The concept has been dubbed a "pole tax," and it could be called an "uncover charge": Collect $5 for every strip-club patron in Pennsylvania.

State Rep. Paul Clymer (R., Bucks) hopes to introduce a bill as early as next week to mandate such a levy.

After Texas adopted a $5-per-patron tax in January, Clymer lined up 20 sponsors for similar legislation. He revised the proposal, however, after a Texas judge ruled in March that the tax was unconstitutional and that a plan to have revenue from the tax benefit people without health insurance was unrelated to the business activity.

In one change, Clymer carefully defined which businesses would be affected so the tax wouldn't apply to movie theaters, he said.

In addition, Clymer plans to give the tax revenue to the Pennsylvania Coalition Against Rape, which supports a variety of groups, including the Network of Victim Assistance in Bucks County, to help counter the damage that he said strip clubs did to their communities.

"There are too many risks, too many problems associated with this industry," such as underage drinking, disorderly conduct and prostitution, Clymer said.

Clubs could pay the fees for their customers, he said.

A wider-ranging possibility - imposing an excise tax on a variety of sexually oriented businesses - was brought up in January by Senate Majority Whip Jane Clare Orie (R., Allegheny).

She introduced a resolution calling for a study of the effects of such enterprises, including escort services, phone sex lines, and stores that sell pornography and sex toys.

"If these establishments, in fact, have an impact on crime, property taxes and economic development, then we should look at ways we can generate revenue to mitigate those effects," Orie said.

The resolution is still before the Senate Judiciary Committee.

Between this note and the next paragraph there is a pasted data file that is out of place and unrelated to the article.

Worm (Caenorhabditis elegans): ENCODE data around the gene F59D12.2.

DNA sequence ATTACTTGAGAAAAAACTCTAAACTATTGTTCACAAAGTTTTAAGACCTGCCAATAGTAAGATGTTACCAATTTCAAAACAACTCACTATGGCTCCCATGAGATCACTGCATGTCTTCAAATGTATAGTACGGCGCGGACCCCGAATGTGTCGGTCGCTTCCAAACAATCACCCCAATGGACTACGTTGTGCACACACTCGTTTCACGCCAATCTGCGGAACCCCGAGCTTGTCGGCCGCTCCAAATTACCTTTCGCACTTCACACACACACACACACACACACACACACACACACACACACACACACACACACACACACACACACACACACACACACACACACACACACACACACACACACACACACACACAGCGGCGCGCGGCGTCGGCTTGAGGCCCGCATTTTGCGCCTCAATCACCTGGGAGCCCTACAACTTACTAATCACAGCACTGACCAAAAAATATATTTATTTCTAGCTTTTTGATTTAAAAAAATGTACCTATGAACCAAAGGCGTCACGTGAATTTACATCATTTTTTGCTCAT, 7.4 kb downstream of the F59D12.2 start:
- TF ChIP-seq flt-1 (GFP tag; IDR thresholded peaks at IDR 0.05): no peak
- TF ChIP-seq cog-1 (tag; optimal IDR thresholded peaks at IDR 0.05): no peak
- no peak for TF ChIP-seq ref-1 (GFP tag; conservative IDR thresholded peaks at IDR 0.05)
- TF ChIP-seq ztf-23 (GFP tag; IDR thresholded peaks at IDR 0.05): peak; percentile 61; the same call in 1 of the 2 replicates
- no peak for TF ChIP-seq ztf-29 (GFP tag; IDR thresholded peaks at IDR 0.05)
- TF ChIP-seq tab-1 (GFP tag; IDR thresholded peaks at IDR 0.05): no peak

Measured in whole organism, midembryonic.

Angelica Spencer, executive director of the Association of Club Executives, a Florida group that represents more than 3,800 clubs nationwide, disputed contentions that strip clubs incite criminal behavior and reduce property values.

"Why are we wasting legislators' time and taxpayers' money with this?" asked Spencer, a former stripper and club owner.

"It all looks pretty on paper, but when you do a veracity check of all these claims that are made about the secondary effects, you start to discover that a lot of the claims aren't true," she said.

The industry does not oppose regulation, but it's unfair to single out one kind of business in a "desperate search for funding," Spencer said.

"The adult-entertainment industry already pays a plethora of taxes in Pennsylvania" - including business taxes, property taxes, and fees for liquor licenses, she said.

Clymer said his interest in this issue had grown after the Coyotes Show Club opened in Milford Township in his district in December despite local opposition.

In March, District Court Judge Scott H. Jenkins struck down the Texas law for "singling out business activity involving expression that, while politically unpopular, is nevertheless protected by the First Amendment."

Texas is continuing to collect the tax while the case is appealed.

Contact staff writer Peter Mucha at 215-854-4342 or pmucha@phillynews.com.